Chronic lymphocytic leukemia (CLL) is the most common type of leukemia in developed countries. CLL is diagnosed with absolute B lymphocyte count (B-ALC) >5000/micrL sustained for at least 3 months, morphologically mature-appearing small lymphocytes, and flow cytometry showing the typical immunophenotype of CLL cells. Different prognostic parameters are used to differentiate between low-and high-risk patients, which would affect treatment decisions. Rai and Binet staging systems are the two most commonly used in practice. There has been a significant change in how we manage patients in CLL over the last 5 years. We have shifted away from chemoimmunotherapy toward novel agents such as BTK, PIK3, and BCL-2 inhibitors, which are not only more efficacious but are also safer and better tolerated. New prognostic models are being developed, and it appears that minima residual disease (MRD) directed therapy will become the norm in the future. Many clinical trials are looking at various combinations of novel therapies, with a defined period of treatment based on MRD analysis, to enable patients to have a period of treatment-free remission instead of continuous therapy. In this chapter, we summarize the latest updates in CLL management.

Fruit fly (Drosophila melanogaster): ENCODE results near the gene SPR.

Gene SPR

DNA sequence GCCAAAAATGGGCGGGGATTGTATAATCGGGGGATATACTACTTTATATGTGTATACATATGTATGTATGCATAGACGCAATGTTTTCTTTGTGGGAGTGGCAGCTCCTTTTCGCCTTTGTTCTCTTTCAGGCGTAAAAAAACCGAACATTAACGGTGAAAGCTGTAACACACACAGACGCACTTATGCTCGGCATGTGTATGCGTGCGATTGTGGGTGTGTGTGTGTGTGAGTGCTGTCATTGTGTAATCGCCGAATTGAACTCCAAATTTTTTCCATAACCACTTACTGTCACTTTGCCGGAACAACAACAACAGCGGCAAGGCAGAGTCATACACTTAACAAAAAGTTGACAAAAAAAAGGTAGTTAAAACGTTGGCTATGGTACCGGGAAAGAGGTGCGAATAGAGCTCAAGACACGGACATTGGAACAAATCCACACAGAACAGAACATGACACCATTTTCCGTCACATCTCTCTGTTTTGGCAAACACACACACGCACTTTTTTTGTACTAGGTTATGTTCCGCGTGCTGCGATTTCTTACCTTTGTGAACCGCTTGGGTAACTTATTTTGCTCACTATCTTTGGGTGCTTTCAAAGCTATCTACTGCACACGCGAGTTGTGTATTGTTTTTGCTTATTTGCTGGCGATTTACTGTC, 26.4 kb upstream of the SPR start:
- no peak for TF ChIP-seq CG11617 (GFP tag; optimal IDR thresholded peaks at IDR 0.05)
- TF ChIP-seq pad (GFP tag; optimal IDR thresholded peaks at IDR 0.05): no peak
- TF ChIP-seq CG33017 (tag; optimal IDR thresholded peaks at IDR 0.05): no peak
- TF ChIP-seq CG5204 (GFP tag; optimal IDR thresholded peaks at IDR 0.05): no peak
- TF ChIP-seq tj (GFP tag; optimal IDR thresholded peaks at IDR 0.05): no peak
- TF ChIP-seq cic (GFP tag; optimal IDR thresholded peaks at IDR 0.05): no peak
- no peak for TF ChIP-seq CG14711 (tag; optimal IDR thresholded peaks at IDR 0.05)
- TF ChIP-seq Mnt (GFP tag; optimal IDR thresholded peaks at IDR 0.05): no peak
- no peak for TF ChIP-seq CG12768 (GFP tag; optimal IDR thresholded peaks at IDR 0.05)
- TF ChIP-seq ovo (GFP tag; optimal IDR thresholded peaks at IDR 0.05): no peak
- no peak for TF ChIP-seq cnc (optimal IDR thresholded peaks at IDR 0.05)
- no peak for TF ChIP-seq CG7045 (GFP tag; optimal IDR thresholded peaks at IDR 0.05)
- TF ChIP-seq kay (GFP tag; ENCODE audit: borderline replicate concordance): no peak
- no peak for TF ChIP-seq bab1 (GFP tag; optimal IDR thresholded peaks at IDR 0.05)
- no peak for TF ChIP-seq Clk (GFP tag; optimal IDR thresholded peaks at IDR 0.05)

Part of the book: Advances in Hematologic Malignancies